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Of Woods and Words: The Central Campfires

In the past week, firefighting personnel in these parts have put out at least three out-of-control campfires
In the past week, firefighting personnel in these parts have put out at least three out-of-control campfires

FinalCut_0WW8172011.mp37.6 MB

Back in the days of Greek mythology when the Titan Prometheus gave fire to the mortals, Zeus tied him to a rock for the eagles to eat his liver out. Because Zeus was Zeus and all mighty and stuff, he arranged it so that Prometheus’ liver grew back every day so the punishment could be repeated over and over and over again. Seems like kind of harsh punishment for merely showing us lowly humans what a little spark was capable of.

On the other hand, maybe Zeus knew what he was doing.

In the past week, firefighting personnel in these parts have put out at least three out-of-control campfires. Although evidence of fire’s powerful and, at times, uncontrollable nature surrounds us here at the end of Gunflint Trail in the Ham Lake wildfire area, it seems that the human race’s relationship with fire is destined to be troubled.

For one thing, we approach fire with a certain sense of entitlement. In a prior job, the question I got asked almost as often as “Where are the moose?” was “Any campfire restrictions on?” For many people, nothing puts the kibosh on Northwoods outdoor fun faster than the inability to have a campfire. “It’s just not camping then,” people say of evenings in the woods sans campfire.

While Smokey Bear’s message of “Only you can prevent wildfires” seems like old news by now, our favorite black bear’s words often go unheeded. Although there’s a sense that everyone should know better, every day campfires are built outside of fire rings and left to smolder after half-hearted attempts to extinguish them. No wonder Prometheus was hung out to dry. We just can’t handle this fire stuff.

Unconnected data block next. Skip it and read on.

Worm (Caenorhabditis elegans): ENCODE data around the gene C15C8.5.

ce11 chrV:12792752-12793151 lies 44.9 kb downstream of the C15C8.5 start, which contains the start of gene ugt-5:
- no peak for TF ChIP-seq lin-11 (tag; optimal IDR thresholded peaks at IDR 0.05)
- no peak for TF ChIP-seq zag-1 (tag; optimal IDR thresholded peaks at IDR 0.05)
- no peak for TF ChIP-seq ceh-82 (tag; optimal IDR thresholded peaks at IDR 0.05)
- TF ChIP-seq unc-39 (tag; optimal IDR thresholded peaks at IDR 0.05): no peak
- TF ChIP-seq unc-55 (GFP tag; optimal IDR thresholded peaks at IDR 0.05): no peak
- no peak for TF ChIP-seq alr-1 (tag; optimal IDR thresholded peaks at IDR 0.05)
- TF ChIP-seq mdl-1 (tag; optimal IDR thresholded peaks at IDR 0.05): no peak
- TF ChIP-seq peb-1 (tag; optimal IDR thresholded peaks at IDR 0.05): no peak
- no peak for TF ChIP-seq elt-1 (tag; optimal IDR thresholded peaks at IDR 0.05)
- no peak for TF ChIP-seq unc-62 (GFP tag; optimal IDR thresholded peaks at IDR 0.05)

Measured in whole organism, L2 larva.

Maybe because we teeter so much between controlling fire and fire controlling us, things can really escalate quickly with fire. One minute it’s all roasting marshmallows and gooey s’mores. The next minute someone’s got a can of gasoline in their hand and threatening to pour it on the fires to “see how big the flames’ll get.” It’s only a matter of time before the brandishing of flaming logs begins and a small portion of the forest burns down.

We need to view fire as the gift the Greeks claim it was, rather than something we’re entitled to. If we gave fire the true respect it deserves, we’d probably have some pretty bored wildland firefighters every August.

There’s a reason fire rings, campfire restrictions and all sorts of other “no fun” fire principles like “don’t play with matches” are in place. We have to be vigilant when our fires are burning and we must ensure we put our fires out dead. Before you call it a night, throw on one more bucket of water than you think the fire needs to be out and give those ashes a good stir.

As summer makes its final stand, there’s no reason why we can’t celebrate the fleeting golden days sharing the stories and roasting wienies in the glow of a campfire. But in these August days, usually one of the driest times of the summer, it’s also time for common sense and small campfires. Let’s make sure this summer doesn’t go out in a true “blaze” of glory.

Airdate: August 24, 2011

Photo courtesy of Dawn Huczek via Flickr.